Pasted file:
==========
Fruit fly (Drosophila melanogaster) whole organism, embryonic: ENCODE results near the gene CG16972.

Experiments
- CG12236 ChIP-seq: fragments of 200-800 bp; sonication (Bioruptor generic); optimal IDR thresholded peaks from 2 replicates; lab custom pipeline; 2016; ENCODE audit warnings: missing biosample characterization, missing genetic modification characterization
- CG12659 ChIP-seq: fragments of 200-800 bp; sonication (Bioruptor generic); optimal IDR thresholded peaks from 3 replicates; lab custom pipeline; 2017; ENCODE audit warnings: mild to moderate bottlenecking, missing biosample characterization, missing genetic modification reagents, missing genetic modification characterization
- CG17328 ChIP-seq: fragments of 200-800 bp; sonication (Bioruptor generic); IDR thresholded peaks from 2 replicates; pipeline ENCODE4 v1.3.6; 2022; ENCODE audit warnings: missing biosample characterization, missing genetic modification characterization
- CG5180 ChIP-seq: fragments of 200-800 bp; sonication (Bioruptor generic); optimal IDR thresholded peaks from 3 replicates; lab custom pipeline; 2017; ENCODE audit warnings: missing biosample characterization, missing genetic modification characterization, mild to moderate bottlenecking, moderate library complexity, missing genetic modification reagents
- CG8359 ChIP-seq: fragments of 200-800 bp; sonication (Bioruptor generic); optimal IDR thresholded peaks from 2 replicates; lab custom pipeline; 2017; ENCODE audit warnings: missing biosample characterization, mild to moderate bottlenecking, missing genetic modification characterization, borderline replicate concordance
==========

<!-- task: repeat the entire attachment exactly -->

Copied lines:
Fruit fly (Drosophila melanogaster) whole organism, embryonic: ENCODE results near the gene CG16972.

Experiments
- CG12236 ChIP-seq: fragments of 200-800 bp; sonication (Bioruptor generic); optimal IDR thresholded peaks from 2 replicates; lab custom pipeline; 2016; ENCODE audit warnings: missing biosample characterization, missing genetic modification characterization
- CG12659 ChIP-seq: fragments of 200-800 bp; sonication (Bioruptor generic); optimal IDR thresholded peaks from 3 replicates; lab custom pipeline; 2017; ENCODE audit warnings: mild to moderate bottlenecking, missing biosample characterization, missing genetic modification reagents, missing genetic modification characterization
- CG17328 ChIP-seq: fragments of 200-800 bp; sonication (Bioruptor generic); IDR thresholded peaks from 2 replicates; pipeline ENCODE4 v1.3.6; 2022; ENCODE audit warnings: missing biosample characterization, missing genetic modification characterization
- CG5180 ChIP-seq: fragments of 200-800 bp; sonication (Bioruptor generic); optimal IDR thresholded peaks from 3 replicates; lab custom pipeline; 2017; ENCODE audit warnings: missing biosample characterization, missing genetic modification characterization, mild to moderate bottlenecking, moderate library complexity, missing genetic modification reagents
- CG8359 ChIP-seq: fragments of 200-800 bp; sonication (Bioruptor generic); optimal IDR thresholded peaks from 2 replicates; lab custom pipeline; 2017; ENCODE audit warnings: missing biosample characterization, mild to moderate bottlenecking, missing genetic modification characterization, borderline replicate concordance